Know these facts before refinancing your home

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Crunching the Numbers

One simple way to decide if it’s beneficial to move ahead with a refinance is by calculating how long you’ll have to stay in your home to recover the closing costs through your lower monthly payment. For example, if your closing costs are $2,500 and the refinance will save you $250 per month, you will recoup your costs after 10 months.

However, the big picture view of refinancing is to look at what you’ll save over time with a lower interest rate. There are many free interest rate calculators available online that will help you tally up the savings in interest expense over time.

Sitting Tight

Sometimes it just doesn’t pay to refinance. You may want to hold off on refinancing for some very good reasons:

•You’ve had your current mortgage for a long time. By refinancing late in your mortgage, you’ll restart the amortization process, and most of your monthly payment will once again be credited to paying interest and not building equity.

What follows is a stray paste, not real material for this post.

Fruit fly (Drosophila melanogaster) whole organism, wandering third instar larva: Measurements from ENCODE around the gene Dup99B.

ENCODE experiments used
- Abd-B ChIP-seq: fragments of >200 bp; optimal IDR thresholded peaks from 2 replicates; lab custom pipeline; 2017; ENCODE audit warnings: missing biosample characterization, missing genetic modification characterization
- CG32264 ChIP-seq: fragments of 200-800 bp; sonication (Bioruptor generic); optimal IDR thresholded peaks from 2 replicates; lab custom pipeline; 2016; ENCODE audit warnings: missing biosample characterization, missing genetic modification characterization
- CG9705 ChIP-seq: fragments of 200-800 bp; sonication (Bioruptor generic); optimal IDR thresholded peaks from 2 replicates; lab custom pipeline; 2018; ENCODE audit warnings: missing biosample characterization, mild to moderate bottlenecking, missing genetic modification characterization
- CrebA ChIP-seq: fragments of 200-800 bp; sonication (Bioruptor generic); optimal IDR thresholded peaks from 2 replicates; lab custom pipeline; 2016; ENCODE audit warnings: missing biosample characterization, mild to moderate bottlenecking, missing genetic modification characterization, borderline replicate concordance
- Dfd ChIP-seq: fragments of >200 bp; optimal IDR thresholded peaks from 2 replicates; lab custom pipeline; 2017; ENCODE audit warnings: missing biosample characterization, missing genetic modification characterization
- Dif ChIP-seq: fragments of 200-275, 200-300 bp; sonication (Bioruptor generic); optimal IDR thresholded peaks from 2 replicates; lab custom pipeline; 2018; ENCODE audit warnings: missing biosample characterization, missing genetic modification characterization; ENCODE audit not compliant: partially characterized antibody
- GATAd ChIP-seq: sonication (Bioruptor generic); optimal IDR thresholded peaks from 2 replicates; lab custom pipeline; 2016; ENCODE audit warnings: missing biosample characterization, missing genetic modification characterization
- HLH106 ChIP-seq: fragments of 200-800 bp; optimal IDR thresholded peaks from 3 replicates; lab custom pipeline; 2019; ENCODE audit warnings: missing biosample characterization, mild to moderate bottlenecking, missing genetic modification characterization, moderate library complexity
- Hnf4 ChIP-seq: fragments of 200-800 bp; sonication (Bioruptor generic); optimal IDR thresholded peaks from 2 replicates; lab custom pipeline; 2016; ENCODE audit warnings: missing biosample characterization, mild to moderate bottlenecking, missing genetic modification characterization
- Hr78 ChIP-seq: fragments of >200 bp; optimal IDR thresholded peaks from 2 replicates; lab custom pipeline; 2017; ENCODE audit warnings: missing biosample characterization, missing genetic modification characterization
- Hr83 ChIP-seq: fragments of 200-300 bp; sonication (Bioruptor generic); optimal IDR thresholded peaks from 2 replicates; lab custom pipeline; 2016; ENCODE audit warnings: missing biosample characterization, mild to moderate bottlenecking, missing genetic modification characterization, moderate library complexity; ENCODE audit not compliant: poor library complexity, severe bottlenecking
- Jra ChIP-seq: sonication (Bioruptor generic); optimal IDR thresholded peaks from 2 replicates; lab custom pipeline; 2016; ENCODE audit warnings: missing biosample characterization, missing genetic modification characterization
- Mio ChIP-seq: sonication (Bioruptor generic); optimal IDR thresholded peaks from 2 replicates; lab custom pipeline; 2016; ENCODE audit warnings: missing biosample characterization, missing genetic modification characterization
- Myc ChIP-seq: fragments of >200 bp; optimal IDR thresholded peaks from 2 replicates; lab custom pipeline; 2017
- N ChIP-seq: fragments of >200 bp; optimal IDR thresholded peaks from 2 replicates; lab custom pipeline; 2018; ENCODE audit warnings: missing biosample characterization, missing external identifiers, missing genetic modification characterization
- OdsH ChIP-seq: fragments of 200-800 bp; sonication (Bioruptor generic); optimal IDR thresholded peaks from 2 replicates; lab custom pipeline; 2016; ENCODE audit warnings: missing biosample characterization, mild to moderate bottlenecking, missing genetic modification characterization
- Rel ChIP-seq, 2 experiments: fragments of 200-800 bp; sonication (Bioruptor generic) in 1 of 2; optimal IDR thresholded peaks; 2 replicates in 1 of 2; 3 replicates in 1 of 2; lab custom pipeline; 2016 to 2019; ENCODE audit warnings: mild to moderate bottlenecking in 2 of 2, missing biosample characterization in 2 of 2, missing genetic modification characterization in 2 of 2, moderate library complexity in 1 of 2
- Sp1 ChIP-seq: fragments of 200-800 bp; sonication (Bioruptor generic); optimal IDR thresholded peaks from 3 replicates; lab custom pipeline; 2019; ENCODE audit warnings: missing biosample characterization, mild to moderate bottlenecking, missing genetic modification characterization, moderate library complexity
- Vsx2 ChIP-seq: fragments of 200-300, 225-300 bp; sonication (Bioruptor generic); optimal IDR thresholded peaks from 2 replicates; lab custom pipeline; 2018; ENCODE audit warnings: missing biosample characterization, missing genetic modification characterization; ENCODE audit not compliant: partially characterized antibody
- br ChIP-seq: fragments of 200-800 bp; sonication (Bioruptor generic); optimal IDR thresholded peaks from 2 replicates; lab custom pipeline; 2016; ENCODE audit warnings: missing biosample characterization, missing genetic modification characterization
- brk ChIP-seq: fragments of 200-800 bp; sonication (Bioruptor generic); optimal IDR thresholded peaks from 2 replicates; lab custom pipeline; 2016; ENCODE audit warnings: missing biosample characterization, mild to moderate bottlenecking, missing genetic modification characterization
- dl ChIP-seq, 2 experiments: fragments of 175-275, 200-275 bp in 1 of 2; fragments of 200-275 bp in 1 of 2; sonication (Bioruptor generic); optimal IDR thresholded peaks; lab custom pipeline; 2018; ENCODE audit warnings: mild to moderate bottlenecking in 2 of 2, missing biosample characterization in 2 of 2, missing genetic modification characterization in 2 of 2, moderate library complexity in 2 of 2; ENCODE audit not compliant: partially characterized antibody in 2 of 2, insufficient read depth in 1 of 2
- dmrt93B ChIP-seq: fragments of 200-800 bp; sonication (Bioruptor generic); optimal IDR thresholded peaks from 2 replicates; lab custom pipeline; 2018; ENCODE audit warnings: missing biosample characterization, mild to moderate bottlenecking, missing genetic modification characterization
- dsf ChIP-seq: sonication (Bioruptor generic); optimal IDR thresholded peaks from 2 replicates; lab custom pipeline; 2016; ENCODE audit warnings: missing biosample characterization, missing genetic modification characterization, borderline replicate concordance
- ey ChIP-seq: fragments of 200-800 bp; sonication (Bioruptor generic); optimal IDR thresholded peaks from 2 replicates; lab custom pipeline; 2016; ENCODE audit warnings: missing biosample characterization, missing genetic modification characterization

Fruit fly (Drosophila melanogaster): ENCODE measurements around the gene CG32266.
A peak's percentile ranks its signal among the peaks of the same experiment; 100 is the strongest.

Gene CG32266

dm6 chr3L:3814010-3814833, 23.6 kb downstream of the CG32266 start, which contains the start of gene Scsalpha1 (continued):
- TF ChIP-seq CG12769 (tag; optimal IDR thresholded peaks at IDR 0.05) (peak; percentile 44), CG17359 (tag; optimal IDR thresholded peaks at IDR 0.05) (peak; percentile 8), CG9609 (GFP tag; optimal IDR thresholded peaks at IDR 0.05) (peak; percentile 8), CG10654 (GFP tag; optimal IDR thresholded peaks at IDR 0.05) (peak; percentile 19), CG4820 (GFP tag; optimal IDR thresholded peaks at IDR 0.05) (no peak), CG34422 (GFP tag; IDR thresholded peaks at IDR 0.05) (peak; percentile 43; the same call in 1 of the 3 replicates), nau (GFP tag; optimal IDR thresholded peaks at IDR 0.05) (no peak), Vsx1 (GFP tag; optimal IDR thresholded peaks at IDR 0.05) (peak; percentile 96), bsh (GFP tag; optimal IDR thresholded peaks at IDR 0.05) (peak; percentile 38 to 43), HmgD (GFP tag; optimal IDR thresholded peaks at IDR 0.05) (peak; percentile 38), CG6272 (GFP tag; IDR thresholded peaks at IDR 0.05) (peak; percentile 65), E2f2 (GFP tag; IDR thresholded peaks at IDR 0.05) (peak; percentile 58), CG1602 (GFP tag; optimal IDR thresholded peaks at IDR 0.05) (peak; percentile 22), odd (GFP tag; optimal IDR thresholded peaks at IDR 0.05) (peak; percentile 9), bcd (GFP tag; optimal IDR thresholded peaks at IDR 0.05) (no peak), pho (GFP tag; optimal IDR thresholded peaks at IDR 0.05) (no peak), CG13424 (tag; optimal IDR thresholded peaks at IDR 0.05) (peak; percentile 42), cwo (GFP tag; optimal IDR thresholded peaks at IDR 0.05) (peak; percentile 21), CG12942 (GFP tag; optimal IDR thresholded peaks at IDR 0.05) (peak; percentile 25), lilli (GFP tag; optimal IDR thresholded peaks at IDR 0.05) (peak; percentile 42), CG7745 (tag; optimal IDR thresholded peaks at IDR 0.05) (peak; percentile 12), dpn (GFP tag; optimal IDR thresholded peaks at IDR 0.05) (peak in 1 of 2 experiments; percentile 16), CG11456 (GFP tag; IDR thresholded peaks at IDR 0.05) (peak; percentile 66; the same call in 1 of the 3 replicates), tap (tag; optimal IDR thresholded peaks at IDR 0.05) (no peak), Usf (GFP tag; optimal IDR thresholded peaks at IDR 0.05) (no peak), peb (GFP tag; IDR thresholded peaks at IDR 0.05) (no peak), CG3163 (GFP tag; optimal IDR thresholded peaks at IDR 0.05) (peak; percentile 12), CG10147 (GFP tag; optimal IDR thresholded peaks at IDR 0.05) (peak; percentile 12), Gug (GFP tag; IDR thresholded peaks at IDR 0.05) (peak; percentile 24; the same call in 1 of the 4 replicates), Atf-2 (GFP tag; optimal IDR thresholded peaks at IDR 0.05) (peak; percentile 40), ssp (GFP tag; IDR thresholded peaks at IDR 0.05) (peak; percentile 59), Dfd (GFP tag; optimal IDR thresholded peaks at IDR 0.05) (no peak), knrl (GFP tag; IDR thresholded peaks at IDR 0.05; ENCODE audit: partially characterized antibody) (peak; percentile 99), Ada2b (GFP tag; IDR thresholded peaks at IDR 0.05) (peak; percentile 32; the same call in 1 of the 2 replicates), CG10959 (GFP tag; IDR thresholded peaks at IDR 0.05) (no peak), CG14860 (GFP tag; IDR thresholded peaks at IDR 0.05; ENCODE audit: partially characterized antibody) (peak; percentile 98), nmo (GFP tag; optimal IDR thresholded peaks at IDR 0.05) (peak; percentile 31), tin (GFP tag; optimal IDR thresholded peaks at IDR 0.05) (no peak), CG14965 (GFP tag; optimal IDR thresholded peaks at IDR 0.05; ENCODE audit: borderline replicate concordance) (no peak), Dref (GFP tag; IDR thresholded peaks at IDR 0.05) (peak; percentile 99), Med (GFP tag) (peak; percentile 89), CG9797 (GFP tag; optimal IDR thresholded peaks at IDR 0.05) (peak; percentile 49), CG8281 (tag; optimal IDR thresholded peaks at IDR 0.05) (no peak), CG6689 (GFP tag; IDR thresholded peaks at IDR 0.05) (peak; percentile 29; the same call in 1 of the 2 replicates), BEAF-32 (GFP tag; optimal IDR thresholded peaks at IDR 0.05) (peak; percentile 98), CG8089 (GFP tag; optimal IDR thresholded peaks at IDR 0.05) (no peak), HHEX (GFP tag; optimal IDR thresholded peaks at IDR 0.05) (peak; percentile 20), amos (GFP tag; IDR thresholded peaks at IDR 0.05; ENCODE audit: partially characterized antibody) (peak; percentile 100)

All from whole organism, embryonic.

•Your current mortgage has a prepayment penalty.

•You plan to move from your home in the next few years. The savings gained from lower monthly payments may not exceed the costs of refinancing because you won’t have enough time to realize the benefit.

Are You Eligible?

Ultimately, it may come down to whether you’re eligible to refinance. The approval process will be similar to what you experienced with your first mortgage. Your lender will look at your income and assets, credit score, debt ratio, the current value of your property, and the amount you want to borrow. If your credit score has gone up, that may work in your favor for a lower rate.

In the wake of the economic crisis, many homeowners are finding the values of their homes are lower than what they owe on their mortgages. If this is the case, it may be difficult to refinance.

A CPA Can Help

If you’re considering refinancing your current mortgage, work with a CPA. A CPA can help you analyze your current financial situation and determine the best course of action.

If you have questions about your personal financial planning or need help finding someone to assist you, talk to your CPA. To find a CPA in Pennsylvania by location or area of expertise, visit www.ineedacpa.org.

 

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